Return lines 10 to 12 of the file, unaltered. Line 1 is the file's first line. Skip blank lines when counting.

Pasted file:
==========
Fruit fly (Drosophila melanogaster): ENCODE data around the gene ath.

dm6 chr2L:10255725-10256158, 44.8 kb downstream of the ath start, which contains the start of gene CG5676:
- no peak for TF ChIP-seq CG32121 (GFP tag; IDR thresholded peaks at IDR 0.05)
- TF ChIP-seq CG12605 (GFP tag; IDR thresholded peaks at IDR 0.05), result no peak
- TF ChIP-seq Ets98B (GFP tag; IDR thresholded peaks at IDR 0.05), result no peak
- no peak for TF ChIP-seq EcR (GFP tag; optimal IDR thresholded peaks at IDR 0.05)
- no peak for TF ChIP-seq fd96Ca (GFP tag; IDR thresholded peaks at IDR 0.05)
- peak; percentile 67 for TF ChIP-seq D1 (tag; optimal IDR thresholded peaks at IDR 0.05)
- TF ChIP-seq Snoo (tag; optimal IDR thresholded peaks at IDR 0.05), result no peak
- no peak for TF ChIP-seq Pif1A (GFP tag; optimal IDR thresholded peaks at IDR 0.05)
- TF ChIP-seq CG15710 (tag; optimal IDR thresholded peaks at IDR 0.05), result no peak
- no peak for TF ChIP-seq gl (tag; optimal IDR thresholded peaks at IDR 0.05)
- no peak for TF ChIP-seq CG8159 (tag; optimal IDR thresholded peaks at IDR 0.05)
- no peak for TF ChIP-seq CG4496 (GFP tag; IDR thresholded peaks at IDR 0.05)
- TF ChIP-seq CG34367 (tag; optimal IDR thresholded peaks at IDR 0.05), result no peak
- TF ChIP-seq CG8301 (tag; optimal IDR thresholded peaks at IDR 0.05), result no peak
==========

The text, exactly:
- no peak for TF ChIP-seq Pif1A (GFP tag; optimal IDR thresholded peaks at IDR 0.05)
- TF ChIP-seq CG15710 (tag; optimal IDR thresholded peaks at IDR 0.05), result no peak
- no peak for TF ChIP-seq gl (tag; optimal IDR thresholded peaks at IDR 0.05)